Buying a property can drain your finances, so taking out a cashback mortgage could provide a cash boost when you need it most. Here’s all you need to know about cashback mortgages in Ireland.
It’s a mortgage that gives you money back as a cash lump sum when you complete. The cash is either:
Several mortgage lenders in Ireland offer cashback to help pay professional or legal fees.
Cashback mortgages are available to most borrowers, including:
Eligibility criteria for cashback differs between lenders and is subject to their terms & conditions.
Cashback mortgages work by releasing funds from the money you borrow. You do not pay tax or interest on the cash amount.
The cash is normally paid in one lump sum directly into your bank account, after you drawdown the mortgage. You will normally get the cash within two months of drawdown, although some banks may provide the cash upfront.
Drawdown is when your bank issues the cheque to your solicitor to pay for the property you are buying.
Some lenders also offer monthly cashback, but usually only if you have a current account with your mortgage provider.
Mortgage cashback is typically around €2,000, although if you choose a mortgage cashback deal based on a percentage of your mortgage, then the higher your mortgage, the more cashback you are eligible for.
Here’s an example:
|Mortgage amount||1% cashback||2% cashback|
There are seven main mortgage lenders that offer cashback mortgages in Ireland. Here’s an overview of the cashback deals running at the moment.
|Lender||First time buyers||Switchers||Additional info|
|Allied Irish Bank||-||€2,000|
|Bank of Ireland||2%||2%||Plus 1% in 5 years for BOI account holders|
|EBS||2%||2%||Extra 1% in 5 years|
|Haven||€5,000||€5,000||Eligible for mortgages over €250,000|
|KBC||€1,500||€3,000||For professional fees|
|Permanent TSB||2%||2%||2% monthly offer for Explore account holders|
While cashback mortgages provide a helping hand when money is tight, there are other factors to consider. Here’s a look at the pros and cons of cashback mortgages:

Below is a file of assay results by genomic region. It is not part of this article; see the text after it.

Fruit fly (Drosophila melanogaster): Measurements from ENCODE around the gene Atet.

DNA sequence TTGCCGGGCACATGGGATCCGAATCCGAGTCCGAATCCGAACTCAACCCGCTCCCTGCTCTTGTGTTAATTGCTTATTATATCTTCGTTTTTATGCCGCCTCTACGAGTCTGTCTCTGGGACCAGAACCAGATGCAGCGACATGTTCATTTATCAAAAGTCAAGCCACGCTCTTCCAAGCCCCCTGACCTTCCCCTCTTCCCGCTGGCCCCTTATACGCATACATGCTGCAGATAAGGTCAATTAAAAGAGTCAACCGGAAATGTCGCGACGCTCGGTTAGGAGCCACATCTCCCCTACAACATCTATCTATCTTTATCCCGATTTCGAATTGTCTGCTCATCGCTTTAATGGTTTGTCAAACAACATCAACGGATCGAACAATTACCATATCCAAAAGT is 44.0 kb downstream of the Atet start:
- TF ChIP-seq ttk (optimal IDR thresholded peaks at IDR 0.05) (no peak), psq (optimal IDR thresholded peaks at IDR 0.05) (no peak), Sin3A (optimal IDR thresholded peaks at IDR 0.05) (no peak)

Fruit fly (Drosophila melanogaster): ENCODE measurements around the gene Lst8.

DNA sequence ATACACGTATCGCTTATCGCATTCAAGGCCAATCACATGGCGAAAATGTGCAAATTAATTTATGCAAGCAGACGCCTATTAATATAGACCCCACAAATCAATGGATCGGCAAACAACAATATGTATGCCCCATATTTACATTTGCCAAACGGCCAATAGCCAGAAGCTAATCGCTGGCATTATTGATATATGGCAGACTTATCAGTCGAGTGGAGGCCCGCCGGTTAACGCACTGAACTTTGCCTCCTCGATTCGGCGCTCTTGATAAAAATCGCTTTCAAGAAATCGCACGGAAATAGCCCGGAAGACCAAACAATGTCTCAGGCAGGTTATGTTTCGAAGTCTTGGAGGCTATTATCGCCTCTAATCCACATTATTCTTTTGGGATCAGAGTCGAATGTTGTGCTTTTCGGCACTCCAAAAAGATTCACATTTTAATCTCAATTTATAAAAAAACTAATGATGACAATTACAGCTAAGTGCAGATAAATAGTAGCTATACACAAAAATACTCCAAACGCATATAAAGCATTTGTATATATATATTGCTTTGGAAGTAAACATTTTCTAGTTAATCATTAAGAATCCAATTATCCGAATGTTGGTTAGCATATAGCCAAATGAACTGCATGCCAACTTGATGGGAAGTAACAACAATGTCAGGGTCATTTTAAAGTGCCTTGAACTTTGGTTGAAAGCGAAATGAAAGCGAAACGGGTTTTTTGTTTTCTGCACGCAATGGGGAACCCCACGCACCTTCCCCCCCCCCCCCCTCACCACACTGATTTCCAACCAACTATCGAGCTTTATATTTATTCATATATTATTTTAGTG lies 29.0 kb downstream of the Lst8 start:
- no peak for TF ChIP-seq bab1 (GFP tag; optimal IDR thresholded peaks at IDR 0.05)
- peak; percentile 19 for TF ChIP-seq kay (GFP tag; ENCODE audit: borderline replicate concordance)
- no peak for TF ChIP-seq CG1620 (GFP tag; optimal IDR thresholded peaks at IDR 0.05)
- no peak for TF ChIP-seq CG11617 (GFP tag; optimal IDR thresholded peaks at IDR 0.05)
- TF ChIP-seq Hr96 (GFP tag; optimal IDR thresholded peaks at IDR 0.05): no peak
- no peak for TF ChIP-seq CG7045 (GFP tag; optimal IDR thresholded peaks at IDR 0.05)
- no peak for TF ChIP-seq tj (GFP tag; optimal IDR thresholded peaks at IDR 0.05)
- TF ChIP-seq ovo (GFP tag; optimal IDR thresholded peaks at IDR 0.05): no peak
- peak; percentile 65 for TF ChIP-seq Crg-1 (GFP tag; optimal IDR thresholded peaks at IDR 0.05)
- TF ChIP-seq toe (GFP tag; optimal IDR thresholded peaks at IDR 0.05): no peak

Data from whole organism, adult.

Once you’ve weighed up the short term advantage of a cashback mortgage with the overall long term cost of the mortgage, use our free mortgage comparison tool to find the best cashback deals and compare lenders.
Our simple mortgage calculator allows you to tailor your results using property value, mortgage amount and repayment term.
When you are choosing a cashback mortgage, consider:
It’s a good idea to use a broker if you are considering a cashback mortgage. A broker can calculate the overall cost of the mortgage and work out how much you could save or lose by opting for a cashback mortgage.
Always check the terms and conditions carefully before applying for a cashback mortgage so you don’t get caught out by hidden charges or specific conditions.
Whatever stage of the housing ladder you are on, we have lots of helpful information to guide you through.
If you are planning to remortgage or move house, our guide, How to switch to a better mortgage deal, provides helpful information for choosing the best deals.
If you are not quite sure where to start on your house buying journey, Your complete guide to mortgages is a great place to begin.
Yes, but it depends on the lender. Some do not offer mortgage cashback deals for buy to let investors, only a couple of banks do.
Check the eligibility criteria for each bank or lender to see if you qualify.
No, any mortgage cashback you get is tax-free.
As often as you like; there is nothing to stop you from switching mortgages regularly because lenders are not allowed to claw back any cash given.
However, there may be conditions around overpayment and if you are on a fixed-term deal you will still be liable for breakage fees.
No, most banks don’t set a limit on how much cashback you can receive.
If you’re taking out a particularly large mortgage with a lender it’s advisable to confirm how much cashback you’ll get on your mortgage amount.
APRC stands for Annual Percentage Rate of Charge (APRC) and indicates the total cost of your mortgage over its term, taking into account the interest rate charged and other costs such as valuation fees and charges paid to the Property Registration Authority (PRA).
It’s expressed as an annual rate and credit providers are required by law to show it when advertising loans and borrowing rates.
The Interest Rate is the actual rate at which interest is charged on the amount you borrow, therefore the figure is always lower.
Find the best first time buyer and home mover mortgage deals in Ireland using our comparison.